NASA Commercial Crew Alternate Requirements and Standards

nasa_commercial_crew_spacesuit
NASA Commercial Crew Return on Investment Report
April 2014

NASA requirements have been developed over decades, through lessons learned designing, developing, testing, and operating spacecraft and rockets. NASA has taken this experience and developed a comprehensive set of requirements and standards that commercial crew transportation systems will need to address during the current and upcoming verification and certification efforts. NASA has categorized these requirements and standards into three general types:

Type 1 requirements: Partners must meet the NASA requirements as written;

Type 2 requirements: Partners can either choose to adopt the NASA requirements and standards or propose an alternate that meets or exceeds the NASA document; and

Type 3 requirements: Partners do not need to formally adopt the NASA document; rather, NASA documentation forms an integral reference based on our human and non-human spaceflight experience.

This is a significant change to traditional practices where all NASA requirements and standards were Type 1. Allowing our commercial partners to propose and use alternatives enables significant cost efficiencies to be realized and provides a high level of freedom and flexibility in the design process. The flexibility incentivizes innovation, which has been a hallmark of all of NASA’s commercial spaceflight endeavors.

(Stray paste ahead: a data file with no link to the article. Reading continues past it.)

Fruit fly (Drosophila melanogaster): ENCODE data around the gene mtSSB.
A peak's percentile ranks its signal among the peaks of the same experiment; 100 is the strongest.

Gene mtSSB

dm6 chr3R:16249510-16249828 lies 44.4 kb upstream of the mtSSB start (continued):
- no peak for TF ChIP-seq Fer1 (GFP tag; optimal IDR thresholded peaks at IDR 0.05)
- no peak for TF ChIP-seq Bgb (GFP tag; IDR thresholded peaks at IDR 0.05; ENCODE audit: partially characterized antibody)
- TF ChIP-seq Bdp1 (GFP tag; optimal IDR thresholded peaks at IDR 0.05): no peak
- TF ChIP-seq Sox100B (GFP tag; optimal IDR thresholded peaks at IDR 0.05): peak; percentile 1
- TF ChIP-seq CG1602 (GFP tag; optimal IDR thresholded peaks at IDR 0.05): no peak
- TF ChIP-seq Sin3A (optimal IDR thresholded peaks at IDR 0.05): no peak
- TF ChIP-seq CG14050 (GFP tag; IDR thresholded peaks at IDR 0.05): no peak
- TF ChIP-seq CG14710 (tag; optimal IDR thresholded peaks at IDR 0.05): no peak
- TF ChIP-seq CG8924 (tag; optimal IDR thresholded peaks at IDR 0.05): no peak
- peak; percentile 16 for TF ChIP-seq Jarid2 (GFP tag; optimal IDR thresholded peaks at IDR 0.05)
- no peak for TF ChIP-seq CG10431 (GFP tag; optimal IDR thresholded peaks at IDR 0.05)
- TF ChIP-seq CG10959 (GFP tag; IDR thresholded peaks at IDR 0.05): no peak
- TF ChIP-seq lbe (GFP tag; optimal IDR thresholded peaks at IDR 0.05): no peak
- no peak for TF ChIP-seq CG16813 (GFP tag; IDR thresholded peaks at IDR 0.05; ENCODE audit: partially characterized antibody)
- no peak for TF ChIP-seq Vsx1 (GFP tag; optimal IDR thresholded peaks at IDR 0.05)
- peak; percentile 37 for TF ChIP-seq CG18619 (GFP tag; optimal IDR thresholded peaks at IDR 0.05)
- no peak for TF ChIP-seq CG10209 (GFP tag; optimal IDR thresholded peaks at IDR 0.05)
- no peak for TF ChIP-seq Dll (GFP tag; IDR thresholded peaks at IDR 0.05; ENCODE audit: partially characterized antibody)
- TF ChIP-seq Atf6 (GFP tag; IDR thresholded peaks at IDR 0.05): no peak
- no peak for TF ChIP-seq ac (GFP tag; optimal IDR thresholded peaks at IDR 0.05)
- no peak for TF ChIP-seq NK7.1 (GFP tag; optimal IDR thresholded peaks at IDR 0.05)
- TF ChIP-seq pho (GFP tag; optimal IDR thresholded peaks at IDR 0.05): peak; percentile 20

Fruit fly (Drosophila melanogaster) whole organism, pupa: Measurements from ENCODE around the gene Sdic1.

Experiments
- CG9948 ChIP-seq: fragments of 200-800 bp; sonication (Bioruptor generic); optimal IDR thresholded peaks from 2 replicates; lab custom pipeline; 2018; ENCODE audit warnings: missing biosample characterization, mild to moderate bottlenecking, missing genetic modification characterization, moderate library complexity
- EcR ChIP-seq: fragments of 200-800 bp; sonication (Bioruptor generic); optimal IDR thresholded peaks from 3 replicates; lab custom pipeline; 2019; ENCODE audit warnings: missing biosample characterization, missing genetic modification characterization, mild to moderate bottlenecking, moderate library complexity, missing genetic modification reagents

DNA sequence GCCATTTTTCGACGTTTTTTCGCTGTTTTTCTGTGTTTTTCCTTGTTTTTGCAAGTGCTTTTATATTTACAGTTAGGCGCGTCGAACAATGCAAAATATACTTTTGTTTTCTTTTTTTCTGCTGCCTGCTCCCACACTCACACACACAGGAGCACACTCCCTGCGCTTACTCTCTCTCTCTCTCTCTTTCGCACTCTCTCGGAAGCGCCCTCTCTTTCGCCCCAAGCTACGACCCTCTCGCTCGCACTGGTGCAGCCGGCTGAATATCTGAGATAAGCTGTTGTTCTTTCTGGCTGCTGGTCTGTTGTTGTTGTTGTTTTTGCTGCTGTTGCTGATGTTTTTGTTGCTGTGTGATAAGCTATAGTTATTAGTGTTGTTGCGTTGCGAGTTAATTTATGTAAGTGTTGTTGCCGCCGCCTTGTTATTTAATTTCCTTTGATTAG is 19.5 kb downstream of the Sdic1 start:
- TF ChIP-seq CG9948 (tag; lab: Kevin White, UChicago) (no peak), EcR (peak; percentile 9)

When NASA owns and operates the systems, as in traditional spaceflight endeavors such as the Space Shuttle, it is appropriate for contractors to meet all of the agency’s requirements and standards as written. This approach ensures that NASA essentially gets exactly what it needs, and it minimizes interface issues.

In contrast, NASA will not own or operate the commercial crew systems—our industry partners will. NASA has found that most aerospace companies have internal standards that are just as good if not better than NASA’s. Also, the companies have the responsibility of managing the hardware interfaces. Thus, allowing the companies to use their own standards during the design process is an appropriate approach, and it eliminates costly rework and enables the companies to innovate in meeting NASA’s requirements. NASA must approve any alternative standards and requirements through a rigorous review process, thereby maintaining the agency’s focus on high quality and lessons learned.This is one of the many innovative features NASA is employing in its commercial spaceflight activities. These features will ensure NASA and our partners develop safe, reliable, and cost-effective space transportation systems.